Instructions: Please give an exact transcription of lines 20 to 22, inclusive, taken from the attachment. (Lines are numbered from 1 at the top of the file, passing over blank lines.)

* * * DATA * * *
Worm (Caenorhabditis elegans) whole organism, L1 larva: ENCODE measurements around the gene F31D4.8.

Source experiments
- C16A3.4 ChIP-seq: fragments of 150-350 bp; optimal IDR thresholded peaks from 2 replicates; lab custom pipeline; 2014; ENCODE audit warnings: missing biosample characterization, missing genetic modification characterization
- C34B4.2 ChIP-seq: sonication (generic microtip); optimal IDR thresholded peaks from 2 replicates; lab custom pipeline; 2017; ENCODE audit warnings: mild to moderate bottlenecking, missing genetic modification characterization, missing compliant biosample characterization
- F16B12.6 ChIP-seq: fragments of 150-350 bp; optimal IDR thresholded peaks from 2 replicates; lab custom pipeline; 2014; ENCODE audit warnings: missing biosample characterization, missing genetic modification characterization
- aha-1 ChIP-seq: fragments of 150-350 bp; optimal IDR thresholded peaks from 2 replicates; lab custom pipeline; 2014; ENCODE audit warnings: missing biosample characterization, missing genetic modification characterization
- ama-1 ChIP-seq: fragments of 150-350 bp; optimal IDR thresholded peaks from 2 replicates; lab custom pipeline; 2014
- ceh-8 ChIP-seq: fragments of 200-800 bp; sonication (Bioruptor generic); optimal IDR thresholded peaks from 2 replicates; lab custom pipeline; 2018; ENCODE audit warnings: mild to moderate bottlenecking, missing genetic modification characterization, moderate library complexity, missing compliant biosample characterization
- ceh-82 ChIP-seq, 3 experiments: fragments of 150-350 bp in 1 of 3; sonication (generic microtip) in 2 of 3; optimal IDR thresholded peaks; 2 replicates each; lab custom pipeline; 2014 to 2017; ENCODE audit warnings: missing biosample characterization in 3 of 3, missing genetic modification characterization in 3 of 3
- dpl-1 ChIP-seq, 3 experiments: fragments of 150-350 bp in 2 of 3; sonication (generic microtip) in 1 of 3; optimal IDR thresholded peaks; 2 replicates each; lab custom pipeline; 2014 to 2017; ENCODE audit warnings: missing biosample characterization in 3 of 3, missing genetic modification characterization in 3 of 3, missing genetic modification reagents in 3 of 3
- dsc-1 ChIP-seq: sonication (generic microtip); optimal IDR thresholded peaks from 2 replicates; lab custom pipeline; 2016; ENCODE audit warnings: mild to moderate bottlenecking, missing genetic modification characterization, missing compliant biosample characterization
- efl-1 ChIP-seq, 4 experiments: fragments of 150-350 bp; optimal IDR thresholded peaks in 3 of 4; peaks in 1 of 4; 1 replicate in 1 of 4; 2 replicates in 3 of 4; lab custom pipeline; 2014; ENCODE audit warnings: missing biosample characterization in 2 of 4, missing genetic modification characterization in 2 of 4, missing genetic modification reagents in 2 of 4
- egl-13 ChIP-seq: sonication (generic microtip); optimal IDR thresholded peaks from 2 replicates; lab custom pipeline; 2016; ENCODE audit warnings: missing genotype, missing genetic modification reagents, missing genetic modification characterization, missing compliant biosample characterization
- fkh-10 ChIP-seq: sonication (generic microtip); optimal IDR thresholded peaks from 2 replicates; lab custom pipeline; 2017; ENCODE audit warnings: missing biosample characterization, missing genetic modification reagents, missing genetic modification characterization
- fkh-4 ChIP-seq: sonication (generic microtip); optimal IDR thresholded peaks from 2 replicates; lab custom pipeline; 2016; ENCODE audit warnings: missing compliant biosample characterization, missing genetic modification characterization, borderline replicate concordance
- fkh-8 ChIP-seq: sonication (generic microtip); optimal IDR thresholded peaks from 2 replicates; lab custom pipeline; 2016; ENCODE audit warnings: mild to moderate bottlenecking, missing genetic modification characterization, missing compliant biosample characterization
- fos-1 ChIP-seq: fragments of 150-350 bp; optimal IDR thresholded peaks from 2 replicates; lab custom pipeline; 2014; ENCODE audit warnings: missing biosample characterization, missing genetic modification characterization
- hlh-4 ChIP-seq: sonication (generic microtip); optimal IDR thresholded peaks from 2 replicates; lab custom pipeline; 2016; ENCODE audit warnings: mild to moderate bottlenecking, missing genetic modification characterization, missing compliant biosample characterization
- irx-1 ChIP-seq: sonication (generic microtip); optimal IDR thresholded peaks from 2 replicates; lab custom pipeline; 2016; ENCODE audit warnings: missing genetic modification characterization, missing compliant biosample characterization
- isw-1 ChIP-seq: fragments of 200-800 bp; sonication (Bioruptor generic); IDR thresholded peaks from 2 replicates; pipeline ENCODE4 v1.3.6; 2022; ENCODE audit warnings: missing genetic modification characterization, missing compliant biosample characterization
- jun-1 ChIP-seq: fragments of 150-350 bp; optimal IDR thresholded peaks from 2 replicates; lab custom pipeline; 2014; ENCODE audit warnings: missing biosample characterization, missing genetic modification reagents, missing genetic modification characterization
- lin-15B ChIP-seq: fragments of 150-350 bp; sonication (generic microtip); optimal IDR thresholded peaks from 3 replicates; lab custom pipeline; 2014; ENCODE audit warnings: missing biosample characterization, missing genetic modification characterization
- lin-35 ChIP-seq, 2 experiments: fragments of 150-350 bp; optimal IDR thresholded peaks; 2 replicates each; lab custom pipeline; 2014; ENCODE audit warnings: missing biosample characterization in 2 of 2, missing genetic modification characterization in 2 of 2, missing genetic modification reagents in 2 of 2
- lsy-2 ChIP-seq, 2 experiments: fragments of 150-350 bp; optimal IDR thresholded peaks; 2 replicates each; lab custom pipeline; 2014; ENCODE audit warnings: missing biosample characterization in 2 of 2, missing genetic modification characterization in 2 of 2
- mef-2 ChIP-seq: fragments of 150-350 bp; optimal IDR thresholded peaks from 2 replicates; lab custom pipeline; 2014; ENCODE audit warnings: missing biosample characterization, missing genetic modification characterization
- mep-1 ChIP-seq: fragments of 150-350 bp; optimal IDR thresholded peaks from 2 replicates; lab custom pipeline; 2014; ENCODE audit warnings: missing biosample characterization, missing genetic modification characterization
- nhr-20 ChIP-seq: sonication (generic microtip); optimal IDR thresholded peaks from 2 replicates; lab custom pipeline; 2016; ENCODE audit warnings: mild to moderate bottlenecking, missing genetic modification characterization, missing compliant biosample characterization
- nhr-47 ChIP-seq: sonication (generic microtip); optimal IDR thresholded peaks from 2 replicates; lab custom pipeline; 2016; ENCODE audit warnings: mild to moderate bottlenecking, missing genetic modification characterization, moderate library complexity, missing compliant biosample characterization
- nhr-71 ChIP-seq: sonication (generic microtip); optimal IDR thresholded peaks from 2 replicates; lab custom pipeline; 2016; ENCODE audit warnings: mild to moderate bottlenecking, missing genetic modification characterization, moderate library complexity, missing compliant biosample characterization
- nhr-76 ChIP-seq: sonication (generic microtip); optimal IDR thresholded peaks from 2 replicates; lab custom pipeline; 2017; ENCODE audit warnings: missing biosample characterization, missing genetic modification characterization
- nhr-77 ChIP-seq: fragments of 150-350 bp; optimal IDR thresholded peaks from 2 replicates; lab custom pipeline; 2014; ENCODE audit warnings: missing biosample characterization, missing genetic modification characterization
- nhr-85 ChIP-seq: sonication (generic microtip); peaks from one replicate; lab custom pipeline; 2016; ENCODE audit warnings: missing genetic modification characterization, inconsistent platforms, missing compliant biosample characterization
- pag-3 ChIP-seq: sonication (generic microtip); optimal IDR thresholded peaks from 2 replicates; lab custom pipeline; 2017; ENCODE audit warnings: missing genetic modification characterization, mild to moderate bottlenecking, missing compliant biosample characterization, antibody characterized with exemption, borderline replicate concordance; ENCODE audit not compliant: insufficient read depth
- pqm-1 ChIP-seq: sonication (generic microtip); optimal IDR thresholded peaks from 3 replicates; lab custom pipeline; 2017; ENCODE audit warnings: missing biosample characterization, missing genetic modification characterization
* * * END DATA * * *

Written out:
- isw-1 ChIP-seq: fragments of 200-800 bp; sonication (Bioruptor generic); IDR thresholded peaks from 2 replicates; pipeline ENCODE4 v1.3.6; 2022; ENCODE audit warnings: missing genetic modification characterization, missing compliant biosample characterization
- jun-1 ChIP-seq: fragments of 150-350 bp; optimal IDR thresholded peaks from 2 replicates; lab custom pipeline; 2014; ENCODE audit warnings: missing biosample characterization, missing genetic modification reagents, missing genetic modification characterization
- lin-15B ChIP-seq: fragments of 150-350 bp; sonication (generic microtip); optimal IDR thresholded peaks from 3 replicates; lab custom pipeline; 2014; ENCODE audit warnings: missing biosample characterization, missing genetic modification characterization